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Argentina Has Had Decades of Democracy, So Why Do the Disappearances Continue?

Mural in Buenos Aires of Susana Trimarco, the mother of Marita Verón, a young girl of 23 who disappeared from the Argentinian city of Tucumán in April 2002 at the hands of a human trafficking ring. Image taken from the Flickr account PixelBeat! under the Creative Commons license.

Mural in Buenos Aires of Susana Trimarco, the mother of Marita Verón, a young girl of 23 who disappeared from the Argentinian city of Tucumán in April 2002 at the hands of a human trafficking ring. Image taken from the Flickr account PixelBeat! under the Creative Commons license.

For many in Argentina, the image of the “missing person” vividly recalls the forced disappearances of the 1976-1983 dictatorship. Despite 32 years of democracy, however, thousands of people—particularly women and young girls—are still unaccounted for in Argentina.

According to UNICEF and Argentina's Ministry of Justice, Security, and Human Rights, more than 4,000 people become victims of the slave trade every year. One element of the trade is kidnapping, which typically targets young girls and women, as well as young boys, who are then plunged into the world of prostitution:

Esta modalidad abarca casos de secuestros de niños, niñas y adolescentes para transformarlos en verdaderos esclavos, carentes de todos los derechos, en objetos en poder de otros que dirigen sus acciones y su vida misma.

This involves the kidnapping of young boys, girls, and teenagers, who are then forced to become slaves deprived of all of their rights, [and] objects belonging to other people who are then in control of their every move and their entire life.

In 2006, Argentina implemented the Law against Human Trafficking (Law 26.364), and in June 2015, according to the officials, 8,151 human trafficking victims have been freed thanks to this legislation.

While human trafficking may not be a new problem, it has been cast into the spotlight recently due to the story of Marita Verón, a young girl of 23 who disappeared from the city of Tucumán in April 2002. She was reportedly kidnapped and sent to work as a prostitute in Argentina's northeast. In light of allegations that police and local politicians collaborate with the trafficking rings, the victim's mother, Susana Trimarco, has tirelessly dedicated herself to finding the young woman on her own.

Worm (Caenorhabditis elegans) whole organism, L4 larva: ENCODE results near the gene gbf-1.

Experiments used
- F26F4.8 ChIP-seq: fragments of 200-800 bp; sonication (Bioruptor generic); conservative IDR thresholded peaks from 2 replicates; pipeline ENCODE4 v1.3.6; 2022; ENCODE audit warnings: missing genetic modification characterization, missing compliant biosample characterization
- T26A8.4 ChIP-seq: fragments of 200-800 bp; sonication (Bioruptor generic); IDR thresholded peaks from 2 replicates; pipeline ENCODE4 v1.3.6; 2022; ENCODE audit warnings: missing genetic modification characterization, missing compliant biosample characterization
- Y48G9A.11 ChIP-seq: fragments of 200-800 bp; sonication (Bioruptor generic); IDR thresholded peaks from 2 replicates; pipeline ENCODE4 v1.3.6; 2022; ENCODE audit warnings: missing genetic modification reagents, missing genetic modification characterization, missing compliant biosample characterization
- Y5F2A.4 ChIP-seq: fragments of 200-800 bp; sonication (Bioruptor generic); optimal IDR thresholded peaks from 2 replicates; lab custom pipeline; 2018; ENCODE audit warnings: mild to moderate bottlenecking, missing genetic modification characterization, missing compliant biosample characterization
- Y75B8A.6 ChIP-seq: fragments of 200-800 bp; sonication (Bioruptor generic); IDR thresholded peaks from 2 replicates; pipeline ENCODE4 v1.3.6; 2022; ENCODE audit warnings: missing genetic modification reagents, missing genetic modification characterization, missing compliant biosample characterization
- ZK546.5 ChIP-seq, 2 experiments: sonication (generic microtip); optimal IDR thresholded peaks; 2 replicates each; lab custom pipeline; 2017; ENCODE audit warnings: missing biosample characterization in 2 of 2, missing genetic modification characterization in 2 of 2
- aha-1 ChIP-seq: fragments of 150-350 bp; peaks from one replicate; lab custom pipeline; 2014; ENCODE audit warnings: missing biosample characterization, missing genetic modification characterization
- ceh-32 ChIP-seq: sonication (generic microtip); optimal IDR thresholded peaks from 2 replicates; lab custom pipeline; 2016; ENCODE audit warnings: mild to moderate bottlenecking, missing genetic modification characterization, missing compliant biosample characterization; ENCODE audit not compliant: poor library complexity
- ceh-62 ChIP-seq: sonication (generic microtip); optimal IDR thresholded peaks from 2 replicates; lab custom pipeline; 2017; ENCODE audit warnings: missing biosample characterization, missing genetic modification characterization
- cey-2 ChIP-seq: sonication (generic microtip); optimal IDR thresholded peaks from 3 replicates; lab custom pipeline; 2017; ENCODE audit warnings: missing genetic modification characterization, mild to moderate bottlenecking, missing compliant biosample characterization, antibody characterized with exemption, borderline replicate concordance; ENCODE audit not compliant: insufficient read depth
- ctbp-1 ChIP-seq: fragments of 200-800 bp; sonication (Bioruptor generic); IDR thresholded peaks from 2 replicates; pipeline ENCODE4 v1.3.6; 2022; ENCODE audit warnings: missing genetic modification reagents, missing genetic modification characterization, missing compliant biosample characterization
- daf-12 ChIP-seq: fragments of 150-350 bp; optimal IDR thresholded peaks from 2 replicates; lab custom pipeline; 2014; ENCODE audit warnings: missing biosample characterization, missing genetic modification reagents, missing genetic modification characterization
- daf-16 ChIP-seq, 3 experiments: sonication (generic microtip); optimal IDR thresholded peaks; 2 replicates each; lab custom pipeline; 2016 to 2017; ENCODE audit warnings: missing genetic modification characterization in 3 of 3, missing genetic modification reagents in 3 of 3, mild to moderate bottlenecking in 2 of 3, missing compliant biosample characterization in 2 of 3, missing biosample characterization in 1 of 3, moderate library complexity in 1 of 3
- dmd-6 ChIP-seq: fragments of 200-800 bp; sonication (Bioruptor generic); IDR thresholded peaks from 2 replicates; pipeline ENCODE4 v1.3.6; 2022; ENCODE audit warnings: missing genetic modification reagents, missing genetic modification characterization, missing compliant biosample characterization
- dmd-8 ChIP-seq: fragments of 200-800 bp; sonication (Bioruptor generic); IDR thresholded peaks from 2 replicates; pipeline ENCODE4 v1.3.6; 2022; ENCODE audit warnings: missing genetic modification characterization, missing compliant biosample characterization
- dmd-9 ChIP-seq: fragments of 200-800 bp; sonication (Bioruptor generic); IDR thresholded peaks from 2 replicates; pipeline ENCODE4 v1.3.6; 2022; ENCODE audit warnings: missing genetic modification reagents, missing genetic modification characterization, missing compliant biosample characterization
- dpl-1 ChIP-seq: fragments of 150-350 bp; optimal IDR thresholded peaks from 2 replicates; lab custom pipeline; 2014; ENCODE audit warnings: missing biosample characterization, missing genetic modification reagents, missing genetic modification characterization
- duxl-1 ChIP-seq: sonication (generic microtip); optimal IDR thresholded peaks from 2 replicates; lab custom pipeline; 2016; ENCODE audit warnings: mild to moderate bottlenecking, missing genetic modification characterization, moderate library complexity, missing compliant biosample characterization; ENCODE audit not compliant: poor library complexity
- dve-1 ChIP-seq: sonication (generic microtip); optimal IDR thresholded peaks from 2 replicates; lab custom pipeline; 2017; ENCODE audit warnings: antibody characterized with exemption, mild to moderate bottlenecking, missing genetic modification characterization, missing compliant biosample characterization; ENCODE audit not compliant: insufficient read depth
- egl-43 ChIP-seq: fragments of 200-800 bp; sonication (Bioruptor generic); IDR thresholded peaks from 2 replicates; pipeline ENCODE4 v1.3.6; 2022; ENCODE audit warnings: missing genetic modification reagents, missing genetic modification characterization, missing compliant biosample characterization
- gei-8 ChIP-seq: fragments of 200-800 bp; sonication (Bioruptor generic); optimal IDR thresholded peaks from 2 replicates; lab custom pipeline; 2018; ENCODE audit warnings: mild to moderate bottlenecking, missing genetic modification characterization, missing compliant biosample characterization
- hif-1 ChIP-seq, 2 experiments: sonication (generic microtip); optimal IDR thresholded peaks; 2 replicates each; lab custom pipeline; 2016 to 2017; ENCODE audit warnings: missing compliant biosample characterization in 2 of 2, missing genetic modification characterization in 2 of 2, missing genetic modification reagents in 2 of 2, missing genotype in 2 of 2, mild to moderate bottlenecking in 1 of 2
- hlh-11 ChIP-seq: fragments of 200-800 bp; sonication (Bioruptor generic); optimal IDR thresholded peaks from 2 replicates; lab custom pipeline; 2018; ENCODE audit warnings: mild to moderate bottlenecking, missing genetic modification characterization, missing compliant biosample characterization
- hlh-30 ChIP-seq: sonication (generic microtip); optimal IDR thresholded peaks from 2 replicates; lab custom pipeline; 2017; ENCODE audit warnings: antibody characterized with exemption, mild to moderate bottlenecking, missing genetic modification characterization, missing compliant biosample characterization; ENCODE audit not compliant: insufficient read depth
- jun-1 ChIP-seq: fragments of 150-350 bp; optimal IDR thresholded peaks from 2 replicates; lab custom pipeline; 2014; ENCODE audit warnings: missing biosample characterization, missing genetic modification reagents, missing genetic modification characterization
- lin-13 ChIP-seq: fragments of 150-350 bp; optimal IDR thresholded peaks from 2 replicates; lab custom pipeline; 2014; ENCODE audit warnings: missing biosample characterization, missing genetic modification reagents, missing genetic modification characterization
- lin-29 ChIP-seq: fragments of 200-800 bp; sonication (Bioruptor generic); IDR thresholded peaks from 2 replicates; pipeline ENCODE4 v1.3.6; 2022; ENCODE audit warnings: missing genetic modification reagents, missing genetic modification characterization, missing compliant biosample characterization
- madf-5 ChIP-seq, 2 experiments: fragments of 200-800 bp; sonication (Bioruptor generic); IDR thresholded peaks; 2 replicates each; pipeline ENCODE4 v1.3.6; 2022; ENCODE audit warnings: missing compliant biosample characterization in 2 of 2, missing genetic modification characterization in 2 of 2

Thirteen years have passed since Marita's disappearance and she has still not been found. On her search, Susana met the families of other young kidnap victims who managed to escape their captors. She was led to the realization that her daughter's story is not an isolated case, and that there are organized prostitution rings dedicated to the kidnapping and trafficking of women, many of which rely on political and police support. Having discovered this, Susana committed herself to the fight against human trafficking and founded the Fundación María de los Ángeles, a group that receives reports of missing people and offers support and counseling to the victims’ families.

Verón's case gained the public's awareness thanks to Vidas Robadas, a 2008 soap opera shown on national television station Telefé, which appealed to the country's civil society to come together to fight back against kidnapping. This hasn't been the only effort to draw social attention to the issue. Many producers and artists have contributed to raising awareness about human trafficking in Argentina. For example, the transmedia documentary Mujeres en Venta (Women for Sale) offers a global perspective on the problem. The program shares the heart-rending testimonies of victims, and experts discuss methods of “recruitment” and “deprivation of freedom” implemented by the human trafficking rings.

(Video in Spanish)

There are also fictional pieces that tackle the subject, such as the short film by Gustavo “oRni” FernandezUndercover: Human Trafficking, which has an unexpected twist to its ending.

(Video in Spanish)

Alternatively, the fictional short ALMA, which is directed by Marcela Suppicich and declared to be of “social interest” by the Legislature of the Autonomous City of Buenos Aires, tells the story of Alma, a young girl kidnapped by a human trafficking ring, and is a much needed wake up call on the subject.

(Video in Spanish)

Meanwhile, in the world of comic strips, reporter and cartoonist Julieta Arroquy uses her popular character Ofelia to trace parallels between the disappearances of women such as Marita Verón, Florencia Penacchi, Érica Soriano, and María Cash, and the forced disappearances that occurred during the military dictatorship.

Likewise, various campaigns have been launched on social media to raise awareness about the victims and to help end their suffering:

Without clients there's no trafficking

 #NotoTrafficking Without clients there is no trafficking. REPORT FREE ON LINE 145. ARGENTINA

1 comment

  • Sabe_Moya

    ” Democracy” has nothing to do with controlling crime. Argentine “democracy” is dedicated to the the furtherance and proliferation of crime, just as is the “democracy” in Chile has resulted in phenomenally high crime rates.

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